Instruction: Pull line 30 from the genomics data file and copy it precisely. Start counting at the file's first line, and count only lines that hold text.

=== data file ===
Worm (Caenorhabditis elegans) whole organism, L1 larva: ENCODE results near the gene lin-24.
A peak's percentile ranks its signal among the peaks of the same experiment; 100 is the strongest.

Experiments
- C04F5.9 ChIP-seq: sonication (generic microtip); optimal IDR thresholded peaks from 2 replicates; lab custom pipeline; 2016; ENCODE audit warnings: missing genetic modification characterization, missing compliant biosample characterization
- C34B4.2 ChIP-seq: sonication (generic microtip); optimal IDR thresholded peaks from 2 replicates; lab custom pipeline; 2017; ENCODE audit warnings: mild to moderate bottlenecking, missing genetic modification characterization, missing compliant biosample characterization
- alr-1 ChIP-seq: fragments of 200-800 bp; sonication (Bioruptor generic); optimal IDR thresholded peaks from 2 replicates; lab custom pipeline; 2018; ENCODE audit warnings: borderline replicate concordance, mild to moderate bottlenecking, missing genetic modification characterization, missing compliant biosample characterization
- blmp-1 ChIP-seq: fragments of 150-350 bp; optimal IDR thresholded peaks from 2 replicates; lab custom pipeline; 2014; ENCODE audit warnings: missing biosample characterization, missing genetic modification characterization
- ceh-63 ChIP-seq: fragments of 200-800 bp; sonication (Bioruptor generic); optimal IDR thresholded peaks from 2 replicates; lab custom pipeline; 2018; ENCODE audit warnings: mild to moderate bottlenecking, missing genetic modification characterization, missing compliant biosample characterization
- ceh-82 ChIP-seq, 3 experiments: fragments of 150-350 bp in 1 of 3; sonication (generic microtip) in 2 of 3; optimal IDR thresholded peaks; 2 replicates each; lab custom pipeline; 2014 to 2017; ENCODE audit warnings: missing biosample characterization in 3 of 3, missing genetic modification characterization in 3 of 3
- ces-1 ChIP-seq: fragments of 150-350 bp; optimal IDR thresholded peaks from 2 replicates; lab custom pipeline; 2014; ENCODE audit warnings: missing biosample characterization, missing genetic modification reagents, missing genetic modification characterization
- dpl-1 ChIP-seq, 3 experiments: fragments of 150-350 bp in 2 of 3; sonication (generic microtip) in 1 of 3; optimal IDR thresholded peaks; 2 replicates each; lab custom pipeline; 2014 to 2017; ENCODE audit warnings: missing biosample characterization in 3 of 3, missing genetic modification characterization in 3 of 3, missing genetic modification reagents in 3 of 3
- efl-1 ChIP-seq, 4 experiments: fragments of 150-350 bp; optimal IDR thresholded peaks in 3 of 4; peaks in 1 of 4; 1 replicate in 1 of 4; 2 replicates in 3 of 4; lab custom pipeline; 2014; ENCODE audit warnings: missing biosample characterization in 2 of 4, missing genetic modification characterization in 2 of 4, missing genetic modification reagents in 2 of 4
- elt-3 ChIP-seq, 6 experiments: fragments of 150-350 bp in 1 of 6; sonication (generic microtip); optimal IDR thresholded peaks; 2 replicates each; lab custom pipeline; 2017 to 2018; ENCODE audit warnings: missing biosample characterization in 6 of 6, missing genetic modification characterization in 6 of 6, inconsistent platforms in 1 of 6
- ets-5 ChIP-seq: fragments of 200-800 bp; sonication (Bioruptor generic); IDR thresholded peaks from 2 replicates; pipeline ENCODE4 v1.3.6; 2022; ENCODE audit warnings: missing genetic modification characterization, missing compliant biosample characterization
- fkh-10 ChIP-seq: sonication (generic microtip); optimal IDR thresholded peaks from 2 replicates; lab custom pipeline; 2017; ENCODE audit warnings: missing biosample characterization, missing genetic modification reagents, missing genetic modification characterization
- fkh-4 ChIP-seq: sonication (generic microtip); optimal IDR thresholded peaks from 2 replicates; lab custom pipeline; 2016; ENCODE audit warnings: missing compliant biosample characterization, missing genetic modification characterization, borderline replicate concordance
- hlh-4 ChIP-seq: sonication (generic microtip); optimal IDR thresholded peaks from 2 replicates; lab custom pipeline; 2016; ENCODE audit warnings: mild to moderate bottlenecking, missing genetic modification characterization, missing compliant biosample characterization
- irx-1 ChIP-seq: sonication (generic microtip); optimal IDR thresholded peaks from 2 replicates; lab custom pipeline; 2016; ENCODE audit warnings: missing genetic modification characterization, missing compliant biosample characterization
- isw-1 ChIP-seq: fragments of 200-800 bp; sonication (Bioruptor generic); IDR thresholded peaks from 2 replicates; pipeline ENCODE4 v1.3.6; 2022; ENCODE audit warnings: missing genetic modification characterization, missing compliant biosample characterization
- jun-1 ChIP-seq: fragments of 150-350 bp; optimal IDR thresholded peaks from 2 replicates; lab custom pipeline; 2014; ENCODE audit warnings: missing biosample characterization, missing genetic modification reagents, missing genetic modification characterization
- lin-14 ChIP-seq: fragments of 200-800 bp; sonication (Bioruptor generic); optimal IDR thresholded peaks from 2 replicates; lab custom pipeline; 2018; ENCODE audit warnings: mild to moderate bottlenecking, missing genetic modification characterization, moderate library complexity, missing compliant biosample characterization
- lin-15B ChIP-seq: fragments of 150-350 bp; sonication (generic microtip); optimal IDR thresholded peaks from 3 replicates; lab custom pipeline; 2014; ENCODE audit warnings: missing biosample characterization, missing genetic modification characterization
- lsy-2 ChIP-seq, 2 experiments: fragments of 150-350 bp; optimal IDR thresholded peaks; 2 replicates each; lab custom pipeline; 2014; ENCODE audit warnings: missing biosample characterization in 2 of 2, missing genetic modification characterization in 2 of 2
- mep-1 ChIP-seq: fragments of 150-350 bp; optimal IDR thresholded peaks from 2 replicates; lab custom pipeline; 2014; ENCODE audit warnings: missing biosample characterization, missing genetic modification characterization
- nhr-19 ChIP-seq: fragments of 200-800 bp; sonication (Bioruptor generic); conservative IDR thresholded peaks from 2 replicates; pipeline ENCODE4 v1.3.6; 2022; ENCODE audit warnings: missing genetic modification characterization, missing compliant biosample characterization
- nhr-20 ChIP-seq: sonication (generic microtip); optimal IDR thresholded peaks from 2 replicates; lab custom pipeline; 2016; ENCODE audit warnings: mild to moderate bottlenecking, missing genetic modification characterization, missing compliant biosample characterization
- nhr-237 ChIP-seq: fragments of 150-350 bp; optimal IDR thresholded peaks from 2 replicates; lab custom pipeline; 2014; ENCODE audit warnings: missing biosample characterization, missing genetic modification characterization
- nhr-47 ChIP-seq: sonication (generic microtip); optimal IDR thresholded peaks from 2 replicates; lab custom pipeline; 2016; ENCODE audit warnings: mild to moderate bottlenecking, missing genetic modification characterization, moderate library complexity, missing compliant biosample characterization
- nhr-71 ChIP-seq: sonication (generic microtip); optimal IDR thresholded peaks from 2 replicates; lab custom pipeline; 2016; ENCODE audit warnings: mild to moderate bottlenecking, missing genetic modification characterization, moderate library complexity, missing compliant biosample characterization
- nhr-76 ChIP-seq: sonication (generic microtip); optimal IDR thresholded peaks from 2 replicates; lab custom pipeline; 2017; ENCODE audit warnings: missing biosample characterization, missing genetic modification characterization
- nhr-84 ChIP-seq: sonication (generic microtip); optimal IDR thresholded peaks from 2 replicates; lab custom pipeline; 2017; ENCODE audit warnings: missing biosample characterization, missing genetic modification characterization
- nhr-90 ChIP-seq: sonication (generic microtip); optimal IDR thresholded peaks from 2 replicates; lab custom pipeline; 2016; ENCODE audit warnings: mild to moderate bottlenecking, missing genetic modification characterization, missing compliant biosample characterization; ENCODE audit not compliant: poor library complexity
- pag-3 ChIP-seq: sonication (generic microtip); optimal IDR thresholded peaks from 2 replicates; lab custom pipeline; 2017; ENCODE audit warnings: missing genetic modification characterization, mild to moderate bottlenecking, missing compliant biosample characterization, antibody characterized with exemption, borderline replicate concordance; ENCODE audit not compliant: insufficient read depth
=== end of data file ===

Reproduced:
- nhr-76 ChIP-seq: sonication (generic microtip); optimal IDR thresholded peaks from 2 replicates; lab custom pipeline; 2017; ENCODE audit warnings: missing biosample characterization, missing genetic modification characterization